Yoga can help girls who suffered childhood trauma

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As a Creative Arts Therapist who specializes in the body and is a former Yoga teacher this article is not at all surprising. Most therapists who have worked with trauma survivors know that people have a tendency to have some level of dissociation with their bodies. Yoga can gently bring a new level of conscious feeling, movement and functionally of the body which can’t be processed with other modalities.

As a teenager, Rocsana Enriquez ran away from home frequently to escape fights with her mother and sexual abuse from her stepfather. She got involved with street gangs and cycled in and out of juvenile detention.

While she was incarcerated in Central California, she started to learn yoga. It became an outlet for her anger and an antidote to the deep insecurity she felt. Before she got into a fight, she reminded herself to take a deep breath. And she loved the way she felt when she stretched into “Warrior II” pose. “It made me feel very strong,” she said.

A new report by the Center on Poverty and Inequality at Georgetown Law School shows that yoga programs can be particularly effective at helping girls who are incarcerated cope with the effects of trauma that many have experienced. Research shows yoga and mindfulness can promote healthier relationships, increase concentration, and improve self esteem and physical health.

Such programs, if offered more broadly, would be a cost-effective way to help one of the country’s most vulnerable groups heal and improve their lives, the report says.

READ MORE HERE

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Nonverbal communication with Pets

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Nonverbal communication is a gift that all living beings share, one you’ll need to reawaken to better interact with and care for your animal companions. Most dog and cat lovers already understand canine and feline body language, which is one non-verbal technique. But you can use your other, natural, nonverbal communication skills, and actually begin to see things through your dog or cat’s eyes, and become his/her voice. DogsCats.jpg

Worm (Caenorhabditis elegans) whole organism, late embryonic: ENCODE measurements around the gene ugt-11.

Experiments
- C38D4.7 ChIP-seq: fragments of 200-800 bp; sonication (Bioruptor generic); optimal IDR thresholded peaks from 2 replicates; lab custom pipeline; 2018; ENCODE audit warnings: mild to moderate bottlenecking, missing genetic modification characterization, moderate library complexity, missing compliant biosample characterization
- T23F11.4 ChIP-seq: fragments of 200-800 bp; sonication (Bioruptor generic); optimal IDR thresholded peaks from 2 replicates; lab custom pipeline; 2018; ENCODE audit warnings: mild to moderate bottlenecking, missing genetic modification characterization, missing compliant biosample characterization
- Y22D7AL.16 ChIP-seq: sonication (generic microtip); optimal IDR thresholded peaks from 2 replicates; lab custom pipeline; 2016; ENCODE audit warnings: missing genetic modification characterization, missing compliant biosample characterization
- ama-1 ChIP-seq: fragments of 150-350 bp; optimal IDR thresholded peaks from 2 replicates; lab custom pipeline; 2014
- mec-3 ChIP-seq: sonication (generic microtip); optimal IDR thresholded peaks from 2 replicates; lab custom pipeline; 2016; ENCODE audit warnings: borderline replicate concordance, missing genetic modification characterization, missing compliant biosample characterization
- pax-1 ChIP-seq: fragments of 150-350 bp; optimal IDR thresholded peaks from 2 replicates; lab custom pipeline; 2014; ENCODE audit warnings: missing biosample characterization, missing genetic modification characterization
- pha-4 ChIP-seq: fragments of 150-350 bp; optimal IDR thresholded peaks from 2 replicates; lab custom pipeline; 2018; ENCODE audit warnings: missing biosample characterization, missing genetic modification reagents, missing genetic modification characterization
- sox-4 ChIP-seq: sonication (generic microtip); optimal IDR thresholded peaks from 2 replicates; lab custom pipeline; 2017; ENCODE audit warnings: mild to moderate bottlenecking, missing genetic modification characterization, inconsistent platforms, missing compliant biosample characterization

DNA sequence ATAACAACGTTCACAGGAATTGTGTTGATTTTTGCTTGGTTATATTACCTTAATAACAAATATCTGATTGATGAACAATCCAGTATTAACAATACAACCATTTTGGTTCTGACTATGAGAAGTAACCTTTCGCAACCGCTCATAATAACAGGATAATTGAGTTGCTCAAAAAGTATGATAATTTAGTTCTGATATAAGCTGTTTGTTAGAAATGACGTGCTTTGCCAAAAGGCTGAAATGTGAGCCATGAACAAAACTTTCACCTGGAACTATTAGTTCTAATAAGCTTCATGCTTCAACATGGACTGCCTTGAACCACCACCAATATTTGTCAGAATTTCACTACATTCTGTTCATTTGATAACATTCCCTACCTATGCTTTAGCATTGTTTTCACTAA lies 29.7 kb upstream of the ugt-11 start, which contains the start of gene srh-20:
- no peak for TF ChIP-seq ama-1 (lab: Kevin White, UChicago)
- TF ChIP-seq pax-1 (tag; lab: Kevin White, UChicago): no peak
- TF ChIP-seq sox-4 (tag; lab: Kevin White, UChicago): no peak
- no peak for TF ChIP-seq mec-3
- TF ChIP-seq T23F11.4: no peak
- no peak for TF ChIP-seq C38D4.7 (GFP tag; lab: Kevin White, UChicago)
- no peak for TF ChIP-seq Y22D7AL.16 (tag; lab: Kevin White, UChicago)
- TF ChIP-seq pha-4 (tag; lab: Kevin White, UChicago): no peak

You can learn animal communication by taking a class or reading some of the great books available today on the subject. But many of the basics are so simple that we can easily begin nonverbally communicating right away. Remember, long before humans had spoken language, we were able to communicate among ourselves and with the animals; it is a kind of heart to heart communication skill that we all possess.

Did you ever know a set of twins who said they each knew what the other was thinking, or you heard your mother say she had “woman’s intuition” or “just knew something was wrong.” Have you ever had an image of a friend come to mind and then received a phone call from that very person saying, “I was just thinking about you and wanted to say hello”? These are all examples of nonverbal communication.

Gestures can help learning

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From Scientific American: When we talk, we naturally gesture—we open our palms, we point, we chop the air for emphasis. Such movement may be more than superfluous hand flapping. It helps communicate ideas to listeners and even appears to help speakers think and learn.

A growing field of psychological research is exploring the potential of having students or teachers gesture as pupils learn. Studies have shown that people remember material better when they make spontaneous gestures, watch a teacher’s movements or use their hands and arms to imitate the instructor. More recent work suggests that telling learners to move in specific ways can help them learn—even when they are unaware of why they are making the motions.

Read the entire article: Students Who Gesture during Learning ‘Grasp’ Concepts Better – Scientific American